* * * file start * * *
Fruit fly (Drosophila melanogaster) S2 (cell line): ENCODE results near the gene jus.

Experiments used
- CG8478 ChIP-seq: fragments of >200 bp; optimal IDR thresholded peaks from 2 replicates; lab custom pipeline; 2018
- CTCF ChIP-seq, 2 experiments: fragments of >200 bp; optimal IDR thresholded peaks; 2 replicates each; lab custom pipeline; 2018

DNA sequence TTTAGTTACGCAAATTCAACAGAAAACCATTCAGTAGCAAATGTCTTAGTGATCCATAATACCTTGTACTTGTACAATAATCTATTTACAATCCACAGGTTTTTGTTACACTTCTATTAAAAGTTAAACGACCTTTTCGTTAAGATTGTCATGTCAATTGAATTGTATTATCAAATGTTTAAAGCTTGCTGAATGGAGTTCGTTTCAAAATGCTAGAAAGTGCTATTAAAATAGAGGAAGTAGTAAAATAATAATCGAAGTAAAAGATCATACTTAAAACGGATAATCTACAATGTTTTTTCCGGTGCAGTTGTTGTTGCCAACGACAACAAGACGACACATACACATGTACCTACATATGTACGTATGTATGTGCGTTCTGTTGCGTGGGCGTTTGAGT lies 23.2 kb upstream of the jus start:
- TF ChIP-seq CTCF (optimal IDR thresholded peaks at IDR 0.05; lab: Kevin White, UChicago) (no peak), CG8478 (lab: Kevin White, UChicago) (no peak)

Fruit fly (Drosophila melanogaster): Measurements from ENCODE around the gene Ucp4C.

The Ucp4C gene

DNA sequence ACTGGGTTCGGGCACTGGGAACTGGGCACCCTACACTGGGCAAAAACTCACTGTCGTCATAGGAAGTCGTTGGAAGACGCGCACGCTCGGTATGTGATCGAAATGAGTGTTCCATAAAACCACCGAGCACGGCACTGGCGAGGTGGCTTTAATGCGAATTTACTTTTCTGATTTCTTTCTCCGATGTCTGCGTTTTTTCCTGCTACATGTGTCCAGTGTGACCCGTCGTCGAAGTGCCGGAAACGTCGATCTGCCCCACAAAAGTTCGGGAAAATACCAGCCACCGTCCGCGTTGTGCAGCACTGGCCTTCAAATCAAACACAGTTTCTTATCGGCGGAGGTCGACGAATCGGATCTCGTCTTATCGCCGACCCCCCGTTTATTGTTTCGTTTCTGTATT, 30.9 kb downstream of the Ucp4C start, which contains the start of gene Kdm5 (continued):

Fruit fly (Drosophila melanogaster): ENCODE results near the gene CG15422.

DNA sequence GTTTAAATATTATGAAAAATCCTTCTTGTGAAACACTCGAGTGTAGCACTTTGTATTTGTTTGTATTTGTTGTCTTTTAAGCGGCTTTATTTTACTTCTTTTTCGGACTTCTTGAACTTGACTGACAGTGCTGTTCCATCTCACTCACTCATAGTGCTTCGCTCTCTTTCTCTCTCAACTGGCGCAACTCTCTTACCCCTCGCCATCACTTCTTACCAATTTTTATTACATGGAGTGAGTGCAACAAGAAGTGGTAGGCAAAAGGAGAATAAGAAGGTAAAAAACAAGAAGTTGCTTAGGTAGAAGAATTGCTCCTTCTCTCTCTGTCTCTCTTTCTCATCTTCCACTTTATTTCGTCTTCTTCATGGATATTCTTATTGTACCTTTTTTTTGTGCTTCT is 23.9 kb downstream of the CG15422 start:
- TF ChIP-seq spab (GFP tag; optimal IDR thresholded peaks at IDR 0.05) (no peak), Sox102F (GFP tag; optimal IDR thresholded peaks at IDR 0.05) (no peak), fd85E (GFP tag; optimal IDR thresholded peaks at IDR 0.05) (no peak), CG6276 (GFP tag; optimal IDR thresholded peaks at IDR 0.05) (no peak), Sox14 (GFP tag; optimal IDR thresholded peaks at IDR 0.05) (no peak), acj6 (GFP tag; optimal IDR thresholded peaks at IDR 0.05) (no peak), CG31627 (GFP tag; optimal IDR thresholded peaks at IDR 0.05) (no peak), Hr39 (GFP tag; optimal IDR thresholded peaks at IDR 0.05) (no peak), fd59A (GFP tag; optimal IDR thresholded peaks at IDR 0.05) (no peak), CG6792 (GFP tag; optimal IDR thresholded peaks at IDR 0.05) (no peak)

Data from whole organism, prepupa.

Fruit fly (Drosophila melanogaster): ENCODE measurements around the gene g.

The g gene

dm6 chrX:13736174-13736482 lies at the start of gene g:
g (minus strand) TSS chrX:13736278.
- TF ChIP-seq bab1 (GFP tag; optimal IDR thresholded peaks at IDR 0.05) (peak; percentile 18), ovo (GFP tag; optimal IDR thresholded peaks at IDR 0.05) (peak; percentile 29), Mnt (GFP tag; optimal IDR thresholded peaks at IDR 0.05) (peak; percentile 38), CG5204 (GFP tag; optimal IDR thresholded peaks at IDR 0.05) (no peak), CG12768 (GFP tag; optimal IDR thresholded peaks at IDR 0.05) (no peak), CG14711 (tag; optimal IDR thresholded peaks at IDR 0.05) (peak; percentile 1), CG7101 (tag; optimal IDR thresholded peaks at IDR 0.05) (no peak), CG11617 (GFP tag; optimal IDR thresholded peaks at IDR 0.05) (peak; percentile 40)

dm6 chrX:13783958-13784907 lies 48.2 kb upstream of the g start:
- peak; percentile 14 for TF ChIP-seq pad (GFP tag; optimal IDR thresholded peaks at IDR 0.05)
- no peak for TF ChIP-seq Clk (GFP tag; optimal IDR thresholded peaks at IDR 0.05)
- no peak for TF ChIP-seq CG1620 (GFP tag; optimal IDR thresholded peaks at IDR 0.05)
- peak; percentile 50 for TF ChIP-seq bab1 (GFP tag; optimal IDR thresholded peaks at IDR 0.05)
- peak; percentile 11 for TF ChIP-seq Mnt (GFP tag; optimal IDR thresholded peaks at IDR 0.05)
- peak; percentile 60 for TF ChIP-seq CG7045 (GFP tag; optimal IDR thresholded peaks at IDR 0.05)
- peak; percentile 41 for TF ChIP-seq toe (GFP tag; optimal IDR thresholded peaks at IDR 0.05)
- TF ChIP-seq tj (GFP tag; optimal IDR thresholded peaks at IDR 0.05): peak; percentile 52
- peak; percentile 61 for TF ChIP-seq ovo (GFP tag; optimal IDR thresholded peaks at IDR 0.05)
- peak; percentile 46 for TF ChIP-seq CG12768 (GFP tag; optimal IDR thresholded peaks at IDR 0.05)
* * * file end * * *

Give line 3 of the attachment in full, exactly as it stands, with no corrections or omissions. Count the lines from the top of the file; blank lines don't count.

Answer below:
- CG8478 ChIP-seq: fragments of >200 bp; optimal IDR thresholded peaks from 2 replicates; lab custom pipeline; 2018